Random thoughts of a fiber enthusiast - mostly fiber related, sometimes coherent

Samples? We Don’t Need No Stinkin’ Samples!

I hate sampling more than I hate swatching? Why? Because swatching is part of sampling, if your end product is to be knitted. Throw a scenario at me, and I can guarantee you that I can come back with a good reason why the sample or the swatch won’t help you in the end.

My favorite excuses, er, justifications?

  1. I only bought x ounces of this fiber. If I make a sample, I won’t have enough for my final project. (Even if I don’t have a project in mind. Or especially if I don’t have a project in mind — what if I need that extra 2 yards of yarn?)
  2. This is hand painted fiber. To get a true representation of how the colors interact in various spinning and knitting methods, a sample won’t capture all the colors and the effects of the repeats.
  3. This is hand painted yarn (whether spun from #2 or started out as hand painted yarn. Again, a small swatch won’t be reflective of the whole piece. You need the juxtaposition of the colors in a finished garment to get the full effect. A 5″ swatch is going to tell you diddly about how the finished garment will look. You need something more like at 10″x10″ or larger. Does the color pooling make me look fat? (Don’t ask your partner that question if you don’t want to hear the answer. Of course, Martin always knew to flee the room what that starts up.)  So, just cast on! and knit your garment.  Oh, and be prepared to rip and change your plan if you don’t like how the colors are working out.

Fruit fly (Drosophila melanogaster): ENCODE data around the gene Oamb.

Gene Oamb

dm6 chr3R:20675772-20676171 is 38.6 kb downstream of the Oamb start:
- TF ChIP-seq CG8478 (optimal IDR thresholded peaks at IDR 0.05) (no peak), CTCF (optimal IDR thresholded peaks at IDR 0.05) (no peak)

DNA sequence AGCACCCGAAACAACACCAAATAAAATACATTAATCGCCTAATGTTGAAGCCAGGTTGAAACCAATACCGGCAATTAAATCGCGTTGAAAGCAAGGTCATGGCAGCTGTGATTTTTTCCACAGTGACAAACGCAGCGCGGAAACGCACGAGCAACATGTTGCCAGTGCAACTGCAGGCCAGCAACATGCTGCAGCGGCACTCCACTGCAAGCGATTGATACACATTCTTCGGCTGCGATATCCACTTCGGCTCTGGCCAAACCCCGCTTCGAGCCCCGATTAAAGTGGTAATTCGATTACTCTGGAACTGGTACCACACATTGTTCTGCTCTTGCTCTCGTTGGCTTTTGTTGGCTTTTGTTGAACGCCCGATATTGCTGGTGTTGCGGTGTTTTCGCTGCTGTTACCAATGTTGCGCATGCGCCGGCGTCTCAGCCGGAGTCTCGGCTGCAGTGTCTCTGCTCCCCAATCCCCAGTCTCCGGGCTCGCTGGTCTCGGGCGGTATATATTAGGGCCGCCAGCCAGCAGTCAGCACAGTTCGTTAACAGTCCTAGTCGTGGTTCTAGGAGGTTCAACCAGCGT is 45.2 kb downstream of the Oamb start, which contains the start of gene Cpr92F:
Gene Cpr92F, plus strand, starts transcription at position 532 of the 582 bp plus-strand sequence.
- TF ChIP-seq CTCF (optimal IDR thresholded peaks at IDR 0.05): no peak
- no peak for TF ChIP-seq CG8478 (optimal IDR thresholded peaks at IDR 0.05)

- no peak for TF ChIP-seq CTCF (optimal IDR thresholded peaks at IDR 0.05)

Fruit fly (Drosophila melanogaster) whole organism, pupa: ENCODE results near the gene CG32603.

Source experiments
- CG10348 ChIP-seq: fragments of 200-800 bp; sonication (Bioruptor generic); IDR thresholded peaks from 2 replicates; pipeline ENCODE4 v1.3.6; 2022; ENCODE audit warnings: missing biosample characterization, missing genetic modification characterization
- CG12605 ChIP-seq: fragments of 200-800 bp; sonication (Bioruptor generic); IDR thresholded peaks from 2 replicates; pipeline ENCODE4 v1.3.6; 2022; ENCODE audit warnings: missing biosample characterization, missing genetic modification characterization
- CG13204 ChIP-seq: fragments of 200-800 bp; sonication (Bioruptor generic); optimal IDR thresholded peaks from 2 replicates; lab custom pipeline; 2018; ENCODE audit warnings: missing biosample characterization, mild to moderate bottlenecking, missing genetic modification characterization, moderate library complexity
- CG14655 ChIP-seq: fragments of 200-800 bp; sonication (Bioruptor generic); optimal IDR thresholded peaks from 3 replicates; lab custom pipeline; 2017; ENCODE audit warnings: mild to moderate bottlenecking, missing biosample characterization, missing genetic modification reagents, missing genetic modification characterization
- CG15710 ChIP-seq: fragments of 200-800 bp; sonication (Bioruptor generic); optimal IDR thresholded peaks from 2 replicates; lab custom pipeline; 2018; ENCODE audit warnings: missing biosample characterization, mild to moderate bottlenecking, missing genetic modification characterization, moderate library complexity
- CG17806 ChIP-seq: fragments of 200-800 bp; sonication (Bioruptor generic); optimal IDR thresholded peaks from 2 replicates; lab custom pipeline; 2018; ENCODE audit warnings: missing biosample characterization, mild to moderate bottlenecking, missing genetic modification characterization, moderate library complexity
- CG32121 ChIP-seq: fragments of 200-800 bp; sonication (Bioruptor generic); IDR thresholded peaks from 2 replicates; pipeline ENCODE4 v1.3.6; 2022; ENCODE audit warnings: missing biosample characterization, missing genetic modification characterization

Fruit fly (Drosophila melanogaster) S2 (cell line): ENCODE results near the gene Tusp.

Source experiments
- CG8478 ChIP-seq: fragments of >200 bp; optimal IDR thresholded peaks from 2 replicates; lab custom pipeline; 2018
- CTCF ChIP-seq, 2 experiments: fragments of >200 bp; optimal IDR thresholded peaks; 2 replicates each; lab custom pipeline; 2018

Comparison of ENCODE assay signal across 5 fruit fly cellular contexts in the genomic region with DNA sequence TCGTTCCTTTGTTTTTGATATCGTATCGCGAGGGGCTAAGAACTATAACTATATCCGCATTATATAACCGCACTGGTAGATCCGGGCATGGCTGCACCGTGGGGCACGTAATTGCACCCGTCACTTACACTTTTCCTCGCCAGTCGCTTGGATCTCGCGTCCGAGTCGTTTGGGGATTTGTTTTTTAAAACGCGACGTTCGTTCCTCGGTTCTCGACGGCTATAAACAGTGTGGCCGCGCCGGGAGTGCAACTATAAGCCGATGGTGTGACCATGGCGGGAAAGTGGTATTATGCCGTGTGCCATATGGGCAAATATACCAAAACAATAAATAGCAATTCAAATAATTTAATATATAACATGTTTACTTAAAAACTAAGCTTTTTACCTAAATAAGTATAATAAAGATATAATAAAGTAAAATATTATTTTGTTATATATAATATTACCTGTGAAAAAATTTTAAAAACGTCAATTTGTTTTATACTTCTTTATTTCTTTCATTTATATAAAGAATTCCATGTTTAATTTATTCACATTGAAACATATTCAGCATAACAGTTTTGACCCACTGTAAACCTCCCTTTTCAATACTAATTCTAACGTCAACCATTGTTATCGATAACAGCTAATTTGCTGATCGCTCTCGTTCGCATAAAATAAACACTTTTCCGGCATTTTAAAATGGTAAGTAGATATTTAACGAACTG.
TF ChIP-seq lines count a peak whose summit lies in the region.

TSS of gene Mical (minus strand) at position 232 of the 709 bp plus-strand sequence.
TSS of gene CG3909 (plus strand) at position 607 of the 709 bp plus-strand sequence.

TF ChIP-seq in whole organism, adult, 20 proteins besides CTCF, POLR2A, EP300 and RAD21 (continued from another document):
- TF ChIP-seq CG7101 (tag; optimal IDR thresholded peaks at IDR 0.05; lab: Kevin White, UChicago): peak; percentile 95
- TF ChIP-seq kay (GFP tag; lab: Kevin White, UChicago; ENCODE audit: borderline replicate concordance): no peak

4. And the best? I have no idea what I want to do with this resulting yarn. I just want to spin. Don’t distract me with the technical stuff. Of course, I usually have an idea of what I’m going to make with a fiber, since the amount of the fiber will determine the size of the garment (hat, socks, scarf/shawl, sweater), and I will spin to the approximate weight.

Having said all of the above, I will also say that I’ve been burned, scarred, even, by not sampling/swatching. For larger projects (where I have a pound of wool or so), I will play out a few different spinning and plying methods: long or short draw? 2 or 3 ply? Or cabled? What wpi do I want? I’ll spin a yard or so of each and mount part of it on a card in both single and plied form. Fondle the rest of the length for the hand of the yarn. Is it too lofty? Not enough loft? Will it pill? Is it too dense and therefore, make too heavy a garment?

Once I have it down to the final 2 or so, I will spin about 10-20 more yards of my top pick. I’ll knit up a small sample. How’s the drape? How well does it show stitch definition (for cables). What’s the gauge? Do I really want to knit a whole sweater at 30 st/4 inches?

If the first spinning sample doesn’t work, I’ll either vary the sample a bit toward what I want, or move on to the second sample if I think the original is not salvageable.

I then try, really, really hard, to keep my chosen sample card with the unspun fiber as a reference. But one of several things happen:

  1. Because I don’t always start spinning the rest of the fiber immediately, I lose the sample card before actually start spinning the fiber, so all that sampling is lost.
  2. Same excuse as the 1st, but instead of losing the sample card, I decide on a different project.
  3. I spun the fiber, but I lost the sample card before I start knitting (it’s been sitting in my yarn stash for a year or 4), and I can’t remember what I wanted to do with this fiber.

Yeah, you guessed it. I end up just winging it a lot.





1 Comment

  1. Luis

    hi i enjoyed the read

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